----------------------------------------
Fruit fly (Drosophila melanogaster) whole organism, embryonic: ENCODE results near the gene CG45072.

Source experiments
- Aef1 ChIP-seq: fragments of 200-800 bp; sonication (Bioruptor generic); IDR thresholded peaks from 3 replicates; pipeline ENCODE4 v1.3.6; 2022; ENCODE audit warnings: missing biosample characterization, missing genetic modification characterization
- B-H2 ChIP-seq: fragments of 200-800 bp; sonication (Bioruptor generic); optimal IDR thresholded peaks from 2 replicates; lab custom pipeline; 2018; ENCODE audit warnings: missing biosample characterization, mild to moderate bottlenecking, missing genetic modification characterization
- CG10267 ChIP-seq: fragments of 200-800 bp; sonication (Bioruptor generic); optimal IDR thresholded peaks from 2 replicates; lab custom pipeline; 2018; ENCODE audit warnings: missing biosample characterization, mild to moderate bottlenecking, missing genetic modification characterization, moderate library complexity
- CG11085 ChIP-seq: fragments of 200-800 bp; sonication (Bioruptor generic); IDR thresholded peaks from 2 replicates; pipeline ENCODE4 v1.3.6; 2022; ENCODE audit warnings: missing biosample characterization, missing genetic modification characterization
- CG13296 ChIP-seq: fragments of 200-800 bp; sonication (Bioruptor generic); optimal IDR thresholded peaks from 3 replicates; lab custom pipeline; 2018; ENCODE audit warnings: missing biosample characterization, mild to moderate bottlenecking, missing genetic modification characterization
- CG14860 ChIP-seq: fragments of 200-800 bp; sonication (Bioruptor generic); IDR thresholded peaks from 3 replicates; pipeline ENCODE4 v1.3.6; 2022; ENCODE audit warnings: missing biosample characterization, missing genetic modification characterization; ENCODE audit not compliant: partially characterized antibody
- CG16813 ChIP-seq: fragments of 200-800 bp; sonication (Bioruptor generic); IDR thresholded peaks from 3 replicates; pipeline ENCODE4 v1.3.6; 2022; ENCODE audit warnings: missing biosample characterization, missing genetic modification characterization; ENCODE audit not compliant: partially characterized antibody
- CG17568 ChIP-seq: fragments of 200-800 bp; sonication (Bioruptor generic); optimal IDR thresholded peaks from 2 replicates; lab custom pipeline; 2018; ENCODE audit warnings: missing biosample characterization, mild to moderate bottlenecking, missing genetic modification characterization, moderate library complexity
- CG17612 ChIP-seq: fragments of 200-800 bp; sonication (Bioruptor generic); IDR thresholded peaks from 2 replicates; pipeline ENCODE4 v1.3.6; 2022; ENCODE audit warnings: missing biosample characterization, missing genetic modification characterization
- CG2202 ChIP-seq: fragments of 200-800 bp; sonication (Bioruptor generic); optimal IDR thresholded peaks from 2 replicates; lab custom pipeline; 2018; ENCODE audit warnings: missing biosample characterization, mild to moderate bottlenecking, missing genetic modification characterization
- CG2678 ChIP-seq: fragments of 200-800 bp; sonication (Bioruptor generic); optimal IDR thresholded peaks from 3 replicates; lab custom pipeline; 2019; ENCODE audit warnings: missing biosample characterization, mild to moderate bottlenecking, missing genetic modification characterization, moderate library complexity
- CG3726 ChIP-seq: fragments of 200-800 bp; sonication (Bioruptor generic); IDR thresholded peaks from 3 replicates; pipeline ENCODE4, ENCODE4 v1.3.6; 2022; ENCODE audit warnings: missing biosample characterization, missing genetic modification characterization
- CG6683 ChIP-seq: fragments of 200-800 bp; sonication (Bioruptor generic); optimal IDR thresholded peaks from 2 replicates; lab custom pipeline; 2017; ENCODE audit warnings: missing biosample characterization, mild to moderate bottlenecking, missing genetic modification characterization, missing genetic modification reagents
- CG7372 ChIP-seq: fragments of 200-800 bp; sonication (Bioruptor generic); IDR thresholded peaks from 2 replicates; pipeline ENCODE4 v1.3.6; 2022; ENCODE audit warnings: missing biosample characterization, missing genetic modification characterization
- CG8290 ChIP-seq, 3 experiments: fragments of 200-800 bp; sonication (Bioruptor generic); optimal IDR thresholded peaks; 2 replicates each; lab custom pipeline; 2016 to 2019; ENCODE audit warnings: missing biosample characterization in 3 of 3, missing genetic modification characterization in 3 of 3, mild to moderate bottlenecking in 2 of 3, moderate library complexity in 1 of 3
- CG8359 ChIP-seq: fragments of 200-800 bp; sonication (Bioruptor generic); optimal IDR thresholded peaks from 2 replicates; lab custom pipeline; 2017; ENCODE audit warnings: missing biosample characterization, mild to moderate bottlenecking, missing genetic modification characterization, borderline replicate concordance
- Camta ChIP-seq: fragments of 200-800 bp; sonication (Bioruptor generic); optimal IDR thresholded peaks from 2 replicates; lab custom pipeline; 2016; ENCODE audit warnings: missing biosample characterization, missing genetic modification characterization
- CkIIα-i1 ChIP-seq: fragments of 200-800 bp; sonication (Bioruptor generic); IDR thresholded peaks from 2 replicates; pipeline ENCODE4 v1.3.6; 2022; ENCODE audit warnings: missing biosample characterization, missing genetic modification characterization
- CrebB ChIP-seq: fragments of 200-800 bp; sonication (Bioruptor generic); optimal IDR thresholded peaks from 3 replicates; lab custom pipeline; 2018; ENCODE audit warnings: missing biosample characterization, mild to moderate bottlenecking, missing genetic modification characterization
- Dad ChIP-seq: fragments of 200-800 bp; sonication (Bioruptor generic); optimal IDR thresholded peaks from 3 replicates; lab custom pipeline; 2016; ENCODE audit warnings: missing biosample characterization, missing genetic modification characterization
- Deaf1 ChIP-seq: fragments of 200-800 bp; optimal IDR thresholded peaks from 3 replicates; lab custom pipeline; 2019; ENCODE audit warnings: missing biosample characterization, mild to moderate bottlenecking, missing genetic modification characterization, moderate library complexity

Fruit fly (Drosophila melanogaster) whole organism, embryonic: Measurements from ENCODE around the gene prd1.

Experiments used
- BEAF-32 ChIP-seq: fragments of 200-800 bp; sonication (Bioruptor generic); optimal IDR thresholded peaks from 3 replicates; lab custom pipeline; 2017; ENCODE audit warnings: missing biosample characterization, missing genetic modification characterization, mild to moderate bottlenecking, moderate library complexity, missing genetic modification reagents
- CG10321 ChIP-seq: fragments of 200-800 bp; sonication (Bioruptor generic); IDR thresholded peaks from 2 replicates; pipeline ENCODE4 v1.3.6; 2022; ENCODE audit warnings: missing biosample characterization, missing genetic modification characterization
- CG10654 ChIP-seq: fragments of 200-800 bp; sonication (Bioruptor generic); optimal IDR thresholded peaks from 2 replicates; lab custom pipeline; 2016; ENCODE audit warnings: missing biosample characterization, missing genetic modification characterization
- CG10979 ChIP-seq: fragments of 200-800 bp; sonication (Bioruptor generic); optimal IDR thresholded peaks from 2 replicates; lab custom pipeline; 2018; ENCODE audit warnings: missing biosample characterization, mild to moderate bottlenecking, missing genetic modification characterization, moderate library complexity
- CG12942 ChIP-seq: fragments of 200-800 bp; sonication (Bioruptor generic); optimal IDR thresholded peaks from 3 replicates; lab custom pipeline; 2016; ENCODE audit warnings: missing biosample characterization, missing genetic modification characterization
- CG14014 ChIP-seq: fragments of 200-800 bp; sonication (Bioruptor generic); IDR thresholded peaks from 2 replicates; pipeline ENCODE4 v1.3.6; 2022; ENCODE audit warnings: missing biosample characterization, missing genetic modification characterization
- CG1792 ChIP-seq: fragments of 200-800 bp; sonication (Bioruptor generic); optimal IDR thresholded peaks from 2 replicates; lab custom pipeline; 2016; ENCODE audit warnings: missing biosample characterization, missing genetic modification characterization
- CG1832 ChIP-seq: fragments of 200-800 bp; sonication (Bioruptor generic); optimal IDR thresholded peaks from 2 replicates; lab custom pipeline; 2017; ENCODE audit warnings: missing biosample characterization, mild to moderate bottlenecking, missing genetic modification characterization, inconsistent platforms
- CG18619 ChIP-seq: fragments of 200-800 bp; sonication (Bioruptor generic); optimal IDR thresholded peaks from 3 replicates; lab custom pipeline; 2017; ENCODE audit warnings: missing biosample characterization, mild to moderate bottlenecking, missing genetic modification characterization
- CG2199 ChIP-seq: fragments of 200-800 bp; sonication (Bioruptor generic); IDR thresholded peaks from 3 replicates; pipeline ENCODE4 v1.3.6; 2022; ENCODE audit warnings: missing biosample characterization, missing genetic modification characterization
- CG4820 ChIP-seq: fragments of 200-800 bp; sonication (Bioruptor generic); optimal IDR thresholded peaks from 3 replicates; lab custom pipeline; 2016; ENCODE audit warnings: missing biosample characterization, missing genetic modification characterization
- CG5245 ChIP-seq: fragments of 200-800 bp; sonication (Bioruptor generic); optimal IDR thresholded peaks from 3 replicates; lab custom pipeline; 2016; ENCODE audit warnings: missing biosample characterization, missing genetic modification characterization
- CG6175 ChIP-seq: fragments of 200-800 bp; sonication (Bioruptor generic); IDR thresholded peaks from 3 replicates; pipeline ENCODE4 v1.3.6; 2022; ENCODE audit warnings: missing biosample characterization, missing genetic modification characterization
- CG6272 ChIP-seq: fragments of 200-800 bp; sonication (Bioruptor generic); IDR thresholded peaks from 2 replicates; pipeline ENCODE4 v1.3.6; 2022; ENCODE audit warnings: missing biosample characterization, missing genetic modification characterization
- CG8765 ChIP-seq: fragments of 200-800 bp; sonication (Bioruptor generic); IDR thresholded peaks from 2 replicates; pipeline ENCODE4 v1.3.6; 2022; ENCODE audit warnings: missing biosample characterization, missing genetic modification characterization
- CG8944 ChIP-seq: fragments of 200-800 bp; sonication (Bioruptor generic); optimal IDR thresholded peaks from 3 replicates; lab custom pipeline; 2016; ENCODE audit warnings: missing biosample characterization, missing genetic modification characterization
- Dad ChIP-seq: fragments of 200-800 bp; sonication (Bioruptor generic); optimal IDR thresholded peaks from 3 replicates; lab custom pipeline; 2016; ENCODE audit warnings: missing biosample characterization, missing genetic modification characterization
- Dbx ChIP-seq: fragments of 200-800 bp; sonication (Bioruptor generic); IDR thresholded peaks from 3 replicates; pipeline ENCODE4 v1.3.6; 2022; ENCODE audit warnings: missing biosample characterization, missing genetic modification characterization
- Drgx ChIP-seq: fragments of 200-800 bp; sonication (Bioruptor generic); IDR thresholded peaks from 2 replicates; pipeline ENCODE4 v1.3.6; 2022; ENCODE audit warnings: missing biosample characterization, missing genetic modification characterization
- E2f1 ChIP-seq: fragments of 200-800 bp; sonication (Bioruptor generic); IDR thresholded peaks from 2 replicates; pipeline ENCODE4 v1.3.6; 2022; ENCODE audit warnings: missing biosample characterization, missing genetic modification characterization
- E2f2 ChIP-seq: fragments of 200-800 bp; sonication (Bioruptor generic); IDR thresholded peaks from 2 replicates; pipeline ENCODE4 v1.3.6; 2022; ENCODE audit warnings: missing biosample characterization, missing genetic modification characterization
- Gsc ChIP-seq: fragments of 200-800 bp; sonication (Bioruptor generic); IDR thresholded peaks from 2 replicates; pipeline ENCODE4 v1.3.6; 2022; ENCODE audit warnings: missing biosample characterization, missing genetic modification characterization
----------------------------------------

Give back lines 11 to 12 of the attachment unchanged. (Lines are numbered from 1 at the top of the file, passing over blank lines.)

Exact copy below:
- CG17612 ChIP-seq: fragments of 200-800 bp; sonication (Bioruptor generic); IDR thresholded peaks from 2 replicates; pipeline ENCODE4 v1.3.6; 2022; ENCODE audit warnings: missing biosample characterization, missing genetic modification characterization
- CG2202 ChIP-seq: fragments of 200-800 bp; sonication (Bioruptor generic); optimal IDR thresholded peaks from 2 replicates; lab custom pipeline; 2018; ENCODE audit warnings: missing biosample characterization, mild to moderate bottlenecking, missing genetic modification characterization